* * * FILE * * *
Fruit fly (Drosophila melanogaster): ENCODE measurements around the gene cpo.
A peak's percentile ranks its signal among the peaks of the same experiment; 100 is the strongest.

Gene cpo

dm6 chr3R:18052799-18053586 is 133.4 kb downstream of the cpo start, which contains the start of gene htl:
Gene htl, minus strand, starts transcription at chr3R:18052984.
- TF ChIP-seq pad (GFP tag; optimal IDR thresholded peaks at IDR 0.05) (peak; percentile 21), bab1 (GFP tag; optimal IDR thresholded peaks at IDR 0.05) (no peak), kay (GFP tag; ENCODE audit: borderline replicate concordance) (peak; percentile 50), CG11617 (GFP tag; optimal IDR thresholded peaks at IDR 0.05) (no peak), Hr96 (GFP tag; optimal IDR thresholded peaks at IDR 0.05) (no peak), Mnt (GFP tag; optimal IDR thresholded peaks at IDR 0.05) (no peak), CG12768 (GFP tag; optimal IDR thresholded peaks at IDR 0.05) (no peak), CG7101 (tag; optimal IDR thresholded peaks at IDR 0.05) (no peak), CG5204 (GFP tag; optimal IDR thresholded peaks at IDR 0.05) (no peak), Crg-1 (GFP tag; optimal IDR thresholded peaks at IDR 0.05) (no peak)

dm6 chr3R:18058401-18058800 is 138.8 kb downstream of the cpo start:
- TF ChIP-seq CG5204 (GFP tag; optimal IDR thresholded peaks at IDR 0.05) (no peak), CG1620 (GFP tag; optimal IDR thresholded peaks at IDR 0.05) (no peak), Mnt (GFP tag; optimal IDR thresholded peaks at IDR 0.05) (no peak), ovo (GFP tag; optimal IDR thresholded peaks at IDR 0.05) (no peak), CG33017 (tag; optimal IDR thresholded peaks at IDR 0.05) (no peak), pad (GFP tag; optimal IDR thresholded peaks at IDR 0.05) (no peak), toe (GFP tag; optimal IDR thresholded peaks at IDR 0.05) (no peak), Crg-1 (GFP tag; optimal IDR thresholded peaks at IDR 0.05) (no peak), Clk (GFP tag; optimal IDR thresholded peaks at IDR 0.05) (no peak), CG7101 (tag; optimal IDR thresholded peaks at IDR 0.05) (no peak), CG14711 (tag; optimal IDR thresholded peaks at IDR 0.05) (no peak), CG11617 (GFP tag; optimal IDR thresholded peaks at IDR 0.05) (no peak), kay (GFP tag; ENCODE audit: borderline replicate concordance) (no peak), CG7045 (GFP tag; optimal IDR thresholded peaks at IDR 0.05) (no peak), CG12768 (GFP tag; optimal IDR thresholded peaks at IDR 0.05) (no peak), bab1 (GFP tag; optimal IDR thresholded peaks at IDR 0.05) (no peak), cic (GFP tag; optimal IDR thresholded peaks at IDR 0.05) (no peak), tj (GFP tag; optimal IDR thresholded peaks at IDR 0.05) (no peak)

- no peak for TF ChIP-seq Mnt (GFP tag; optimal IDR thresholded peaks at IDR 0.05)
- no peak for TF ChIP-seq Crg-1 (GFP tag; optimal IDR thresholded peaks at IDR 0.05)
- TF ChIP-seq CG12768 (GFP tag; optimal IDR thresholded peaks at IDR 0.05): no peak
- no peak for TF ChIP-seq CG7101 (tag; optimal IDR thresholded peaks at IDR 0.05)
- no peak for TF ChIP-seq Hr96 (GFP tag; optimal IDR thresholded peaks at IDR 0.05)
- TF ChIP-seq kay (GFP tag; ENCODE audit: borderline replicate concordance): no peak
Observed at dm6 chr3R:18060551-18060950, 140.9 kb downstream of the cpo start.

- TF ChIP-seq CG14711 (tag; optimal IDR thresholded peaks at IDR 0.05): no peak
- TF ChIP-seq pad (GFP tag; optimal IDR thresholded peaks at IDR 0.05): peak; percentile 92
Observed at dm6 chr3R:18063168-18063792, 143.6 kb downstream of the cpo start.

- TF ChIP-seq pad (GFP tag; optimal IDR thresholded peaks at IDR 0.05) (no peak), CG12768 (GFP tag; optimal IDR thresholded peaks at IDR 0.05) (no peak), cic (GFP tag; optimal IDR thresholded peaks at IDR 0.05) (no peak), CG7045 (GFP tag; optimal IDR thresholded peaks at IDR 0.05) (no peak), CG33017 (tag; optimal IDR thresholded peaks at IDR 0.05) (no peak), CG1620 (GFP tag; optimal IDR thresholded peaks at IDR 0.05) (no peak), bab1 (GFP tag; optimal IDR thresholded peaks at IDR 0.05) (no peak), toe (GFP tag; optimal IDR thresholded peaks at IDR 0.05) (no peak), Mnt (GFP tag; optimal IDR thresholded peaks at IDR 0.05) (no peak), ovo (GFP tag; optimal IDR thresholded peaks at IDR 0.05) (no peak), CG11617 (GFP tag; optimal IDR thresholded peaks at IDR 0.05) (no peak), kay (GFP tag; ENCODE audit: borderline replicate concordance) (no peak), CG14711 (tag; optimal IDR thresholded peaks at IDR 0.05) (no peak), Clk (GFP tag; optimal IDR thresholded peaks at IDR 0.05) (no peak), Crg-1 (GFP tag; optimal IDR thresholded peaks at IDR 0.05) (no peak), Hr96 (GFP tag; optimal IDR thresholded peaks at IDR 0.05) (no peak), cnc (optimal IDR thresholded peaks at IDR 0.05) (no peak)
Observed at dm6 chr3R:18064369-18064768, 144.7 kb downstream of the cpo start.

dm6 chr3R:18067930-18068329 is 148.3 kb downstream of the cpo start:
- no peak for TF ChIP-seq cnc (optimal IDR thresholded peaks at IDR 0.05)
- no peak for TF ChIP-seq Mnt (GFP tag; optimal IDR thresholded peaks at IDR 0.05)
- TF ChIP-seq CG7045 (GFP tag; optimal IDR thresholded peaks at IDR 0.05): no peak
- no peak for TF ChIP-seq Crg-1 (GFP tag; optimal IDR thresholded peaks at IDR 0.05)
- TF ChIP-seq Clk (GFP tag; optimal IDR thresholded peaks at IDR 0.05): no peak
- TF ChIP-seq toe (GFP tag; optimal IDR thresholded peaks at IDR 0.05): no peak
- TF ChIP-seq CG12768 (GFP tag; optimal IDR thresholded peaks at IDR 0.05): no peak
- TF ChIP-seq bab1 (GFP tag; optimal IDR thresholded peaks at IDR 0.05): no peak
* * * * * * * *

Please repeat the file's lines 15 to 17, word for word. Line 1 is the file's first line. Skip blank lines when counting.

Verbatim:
Observed at dm6 chr3R:18060551-18060950, 140.9 kb downstream of the cpo start.

- TF ChIP-seq CG14711 (tag; optimal IDR thresholded peaks at IDR 0.05): no peak
- TF ChIP-seq pad (GFP tag; optimal IDR thresholded peaks at IDR 0.05): peak; percentile 92